Affected communities surrounding the recently established Grebo/Krahn National Park have reaffirmed their commitment to honor the controlling law, while at the same time promising to abide by all that is required to keep the park alive as per vision set by the government and partners.
On December 18, 2017, the Forestry Development Authority (FDA) established Grebo/Krahn National Park following a meeting in Fish Town, River Gee County that brought together community residents and stakeholders in the forest sector.
According an FDA release, the Wild Chimpanzee Foundation (WCF), AHT and Ambero/GIZ, are partners that have been generating efforts to assist the affected communities ahead of the physical demarcation exercises. It can be recalled that stakeholders, who attended the Fish Town conference at which the affected communities were duly represented, agreed in principle to draw a measurable boundary line separating the community forest from that of the park.
The physical demarcation exercises, which will last for 68 days, the release said, are due to commence any time soon now that the awareness raising process has successfully ended. The awareness team comprised representatives from the Awareness and Ecotourism Division, Public Affairs Division, the office of the Regional Forester, all from the FDA, as well as others from the WCF and GIZ/Ambero.
There were six town hall meetings held in the affected communities beginning with Grand Gedeh County, and lastly River Gee County.
After the affected communities realized the future benefits to be harvested from the park, and further acknowledged it as a treasure of the state, Grand Gedeh and River Gee counties representatives said the park will go a long way, not only as sanctuary for the generation of protected animals, but to equally serve as beautiful inheritance for successive generations.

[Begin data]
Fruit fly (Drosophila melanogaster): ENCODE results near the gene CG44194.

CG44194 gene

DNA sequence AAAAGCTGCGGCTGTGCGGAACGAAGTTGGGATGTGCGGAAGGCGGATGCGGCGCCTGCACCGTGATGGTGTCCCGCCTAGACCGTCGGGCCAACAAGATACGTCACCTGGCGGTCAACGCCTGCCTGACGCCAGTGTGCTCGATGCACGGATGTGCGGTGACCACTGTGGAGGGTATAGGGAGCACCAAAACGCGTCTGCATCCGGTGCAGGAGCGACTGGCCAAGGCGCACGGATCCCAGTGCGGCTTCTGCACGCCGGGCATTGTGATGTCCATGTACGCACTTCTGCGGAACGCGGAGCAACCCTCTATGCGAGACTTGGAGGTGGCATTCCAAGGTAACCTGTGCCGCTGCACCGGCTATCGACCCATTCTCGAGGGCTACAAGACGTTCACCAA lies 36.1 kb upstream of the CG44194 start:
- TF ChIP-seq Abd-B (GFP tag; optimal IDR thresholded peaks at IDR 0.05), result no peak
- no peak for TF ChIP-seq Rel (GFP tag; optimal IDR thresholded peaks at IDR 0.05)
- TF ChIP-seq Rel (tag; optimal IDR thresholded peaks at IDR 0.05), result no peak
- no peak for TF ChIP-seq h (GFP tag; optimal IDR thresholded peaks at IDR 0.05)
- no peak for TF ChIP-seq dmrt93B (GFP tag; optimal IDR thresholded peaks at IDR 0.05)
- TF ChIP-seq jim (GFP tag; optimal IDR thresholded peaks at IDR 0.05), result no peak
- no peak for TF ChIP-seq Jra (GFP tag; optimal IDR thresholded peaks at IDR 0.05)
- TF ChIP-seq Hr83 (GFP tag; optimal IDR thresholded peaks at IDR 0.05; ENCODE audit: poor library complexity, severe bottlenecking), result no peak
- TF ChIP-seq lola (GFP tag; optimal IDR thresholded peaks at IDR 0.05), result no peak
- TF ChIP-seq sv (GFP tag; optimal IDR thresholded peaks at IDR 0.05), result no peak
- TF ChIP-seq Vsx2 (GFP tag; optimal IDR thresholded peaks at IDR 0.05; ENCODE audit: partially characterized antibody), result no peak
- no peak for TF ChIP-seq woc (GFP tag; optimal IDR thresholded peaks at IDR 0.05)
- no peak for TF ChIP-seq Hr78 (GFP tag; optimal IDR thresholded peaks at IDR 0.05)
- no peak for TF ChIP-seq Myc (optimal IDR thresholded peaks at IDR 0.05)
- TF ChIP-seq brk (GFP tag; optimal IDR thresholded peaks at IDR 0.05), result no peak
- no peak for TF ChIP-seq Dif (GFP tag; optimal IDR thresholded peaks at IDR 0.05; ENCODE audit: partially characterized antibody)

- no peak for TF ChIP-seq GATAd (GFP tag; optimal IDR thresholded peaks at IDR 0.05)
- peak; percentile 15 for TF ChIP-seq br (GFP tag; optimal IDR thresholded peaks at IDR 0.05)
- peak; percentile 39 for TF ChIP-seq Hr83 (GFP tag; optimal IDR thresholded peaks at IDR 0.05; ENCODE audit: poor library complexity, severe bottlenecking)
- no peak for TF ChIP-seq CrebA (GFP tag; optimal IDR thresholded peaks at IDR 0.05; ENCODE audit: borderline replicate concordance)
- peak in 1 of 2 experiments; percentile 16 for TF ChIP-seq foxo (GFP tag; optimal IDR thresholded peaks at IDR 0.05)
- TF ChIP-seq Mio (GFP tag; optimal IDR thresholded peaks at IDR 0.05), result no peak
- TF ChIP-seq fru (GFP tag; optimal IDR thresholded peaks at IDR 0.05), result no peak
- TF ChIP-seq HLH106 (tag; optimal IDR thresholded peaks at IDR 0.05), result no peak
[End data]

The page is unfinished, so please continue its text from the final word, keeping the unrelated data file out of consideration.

“Let’s keep the Park as though it is your wife,” commented Jacob Nimely, one of the chief elders in River Gee County. Elder Nimely made the comment in a Town Hall meeting held in U-bor Town, River Gee County.
He then cautioned his fellow residents to understand the value and relevance of the park, while encouraging them to be committed to the rules set forth by the government to guide the park. Nimely believes and also confidently estimates that abundant benefits await once the rules setting the park are obeyed accordingly.
In Fishtown, the Chief Elder of Prowlekan Chiefdom, James Pah Sayee, hailed the idea of the creation of the park and admonished government and partners to ensure that the controlling law is made uncompromisingly strong and that all would-be violators be made to bear the full weight of the law as it is practiced in other parts of the world if the efforts exerted by the government and partners to create the park will live to see their intended purpose.
Sayee cited several examples and experiences of other countries where compliance with the law has shifted dream and vision in a positive direction thereby lawfully protecting endangered animals.
He, however, blamed the government of Liberia for being weak in the application of the law in almost all levels in society, something he said must be aborted by policy makers. In separate remarks, the affected community’s residents utterly advanced ‘safety and security measures’ that will practically ensure that the intent for which the park was created does not crash-land.
They then called on the FDA to ensure that all partners involved with the creation of the park are truthful, trustful and practical in fulfilling their promises to lay the basis for a sustained corridor whereby the means and options of livelihood will be available to them.
Under the Liberia Forest Sector Project (LFSP) implemented by the REDD+ implementation Unit (RIU), authorities at the Ministry of Agriculture have encouraged rural dwellers to build cocoa nurseries for farmers in the affected communities.
At the same time, the Acting Statutory Superintendent of Konobo District, Grand Gedeh County, Allen Quaye has barred with immediate effect all strangers from entering and hunting in the forest in Konobo District.
The circular addressed to all district commissioners ordered the immediate cessation of hunting and setting traps in the forest as doing so will undermine the efforts geared at protecting biodiversity culture as far as the ideology of conservation is concerned.
On August 17, 2018 the government passed a bill officially designating 96,149.89 hectares (237,591. 55 acres forest of GKNP, which is the third national park, and the fifth protected area in Grand Gedeh and River Gee Counties.